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First UK interest rate cut in seven years expected

The Bank of England
Image caption The Bank of England's Monetary Policy Committee will reveal its rate decision at noon on Thursday

The Bank of England is widely expected to cut UK interest rates for the first time since March 2009 on Thursday.

It is anticipated that Mark Carney, the Bank governor, will announce a reduction from 0.5% to 0.25% at noon.

Last month the Monetary Policy Committee (MPC) voted to hold interest rates, despite economists predicting a cut.

While a reduction is not certain, there is increasing pressure on the Bank to act after recent poor economic data.

With a sharp fall in the services sector, factory activity down and the construction industry also slowing, most economists argue now is the time for action.

"Economic data since the referendum have weakened sharply. There is a real need for more stimulus now," says Samuel Tombs, chief UK economist at Pantheon Macroeconomics.

David Blanchflower, a former MPC member and now professor of economics at Dartmouth College in the US, says the Bank must, at the very least, cut rates: "If the data turns around, the Bank can reverse the cut.

"If they don't act and it turns out they should have, then the situation is much worse."

A rate cut would be intended to boost the UK economy in the wake of the country's vote to leave the European Union.

But the uncertainty surrounding Brexit, as well as how any stimulus could affect financial markets, will cause the MPC difficulties in deciding what to do.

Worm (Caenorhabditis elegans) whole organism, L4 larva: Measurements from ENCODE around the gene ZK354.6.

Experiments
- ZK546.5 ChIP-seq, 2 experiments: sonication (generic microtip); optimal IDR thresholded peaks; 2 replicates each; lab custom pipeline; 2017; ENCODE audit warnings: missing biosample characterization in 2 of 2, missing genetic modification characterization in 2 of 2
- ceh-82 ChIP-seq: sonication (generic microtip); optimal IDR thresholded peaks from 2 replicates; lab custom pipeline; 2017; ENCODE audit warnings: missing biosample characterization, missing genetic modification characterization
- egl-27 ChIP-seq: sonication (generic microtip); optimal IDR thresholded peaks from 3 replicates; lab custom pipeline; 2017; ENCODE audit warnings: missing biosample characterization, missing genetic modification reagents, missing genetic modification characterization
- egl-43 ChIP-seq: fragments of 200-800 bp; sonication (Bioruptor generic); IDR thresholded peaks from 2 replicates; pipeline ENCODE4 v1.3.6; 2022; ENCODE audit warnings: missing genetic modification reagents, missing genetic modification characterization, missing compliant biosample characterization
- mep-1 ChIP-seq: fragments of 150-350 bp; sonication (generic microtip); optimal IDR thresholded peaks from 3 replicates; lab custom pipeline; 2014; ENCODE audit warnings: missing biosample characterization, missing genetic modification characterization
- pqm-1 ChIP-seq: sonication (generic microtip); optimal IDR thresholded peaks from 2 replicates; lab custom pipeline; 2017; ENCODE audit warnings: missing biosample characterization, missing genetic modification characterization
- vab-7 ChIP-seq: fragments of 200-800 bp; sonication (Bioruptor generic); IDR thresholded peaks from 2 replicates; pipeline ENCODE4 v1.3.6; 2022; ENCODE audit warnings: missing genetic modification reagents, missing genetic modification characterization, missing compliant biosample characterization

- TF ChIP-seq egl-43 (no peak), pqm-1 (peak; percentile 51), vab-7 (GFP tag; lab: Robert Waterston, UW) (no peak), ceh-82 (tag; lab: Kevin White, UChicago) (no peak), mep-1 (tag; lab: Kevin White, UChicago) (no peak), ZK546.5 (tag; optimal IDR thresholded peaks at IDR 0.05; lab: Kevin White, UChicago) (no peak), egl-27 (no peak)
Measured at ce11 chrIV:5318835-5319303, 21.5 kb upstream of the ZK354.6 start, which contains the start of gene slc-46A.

Andrew Sentance, a former MPC member and now senior economic adviser at PwC, says a rate reduction would at this point be a "wasted gesture".

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Media captionWhat was happening when UK interest rates were last cut?

"I wouldn't be surprised to see a rate cut, but I don't think it's the right decision at the moment," says Mr Sentance.

"The shock that has hit the economy is a political one. It's shaken the underlying position of the economy, which isn't something that monetary policy is particularly well placed to solve."

Resuming quantitative easing (QE) - when the government buys assets with money it has created electronically - is another option for the MPC. It does, however, bring its own problems, as the final result cannot be accurately predicted.

"QE is even less appealing than a cut to interest rates," says Mr Sentance.

"Financial markets were in such a fragile state when QE was introduced in 2009; they aren't in that position now. We don't have the same level of turbulence, there is a chance of making things worse."

Borrowers' delight?

For borrowers, a rate cut could be good news.

Using Office for National Statistics (ONS) house price data, a cut to 0.25% would mean a £22 monthly reduction in the bill for a variable 25-year repayment mortgage on a typically priced home of £211,000 (taking a 20% deposit into account).

However, for those with a fixed mortgage or for people hoping for returns on savings, the rate cut will not be welcome.

"Many households have fixed their mortgage payments for several years, meaning they will see no immediate benefit from a rate reduction," says Mr Tombs. "With this limiting the impact of a rate cut on the real economy, the Bank may judge that the benefits of zero rates do not justify the costs."

The last time the Bank cut interest rates was in March 2009, at the height of the financial crisis.

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